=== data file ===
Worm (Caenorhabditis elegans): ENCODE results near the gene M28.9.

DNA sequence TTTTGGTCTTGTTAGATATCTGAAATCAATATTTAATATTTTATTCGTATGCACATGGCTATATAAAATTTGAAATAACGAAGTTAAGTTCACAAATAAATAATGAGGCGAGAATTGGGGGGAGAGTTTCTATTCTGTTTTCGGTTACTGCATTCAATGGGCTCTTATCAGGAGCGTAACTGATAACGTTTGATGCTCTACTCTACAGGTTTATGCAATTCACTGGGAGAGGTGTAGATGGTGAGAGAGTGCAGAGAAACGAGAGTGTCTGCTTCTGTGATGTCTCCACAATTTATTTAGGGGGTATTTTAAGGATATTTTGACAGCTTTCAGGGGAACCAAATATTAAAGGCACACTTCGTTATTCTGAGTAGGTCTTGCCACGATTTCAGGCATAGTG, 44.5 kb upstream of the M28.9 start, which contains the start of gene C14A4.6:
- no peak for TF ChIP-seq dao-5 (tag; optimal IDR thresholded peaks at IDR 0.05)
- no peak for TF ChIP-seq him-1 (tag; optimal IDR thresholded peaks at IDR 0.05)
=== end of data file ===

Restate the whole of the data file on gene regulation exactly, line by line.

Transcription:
Worm (Caenorhabditis elegans): ENCODE results near the gene M28.9.

DNA sequence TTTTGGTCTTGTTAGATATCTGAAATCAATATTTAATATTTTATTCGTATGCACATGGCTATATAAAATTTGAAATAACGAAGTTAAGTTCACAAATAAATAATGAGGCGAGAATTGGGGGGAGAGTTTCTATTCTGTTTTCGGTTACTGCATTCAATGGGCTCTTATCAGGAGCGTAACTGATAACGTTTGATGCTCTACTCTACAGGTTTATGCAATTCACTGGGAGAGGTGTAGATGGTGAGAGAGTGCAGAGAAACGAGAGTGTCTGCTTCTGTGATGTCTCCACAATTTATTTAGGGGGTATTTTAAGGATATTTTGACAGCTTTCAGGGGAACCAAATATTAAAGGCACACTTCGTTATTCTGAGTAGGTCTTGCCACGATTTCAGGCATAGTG, 44.5 kb upstream of the M28.9 start, which contains the start of gene C14A4.6:
- no peak for TF ChIP-seq dao-5 (tag; optimal IDR thresholded peaks at IDR 0.05)
- no peak for TF ChIP-seq him-1 (tag; optimal IDR thresholded peaks at IDR 0.05)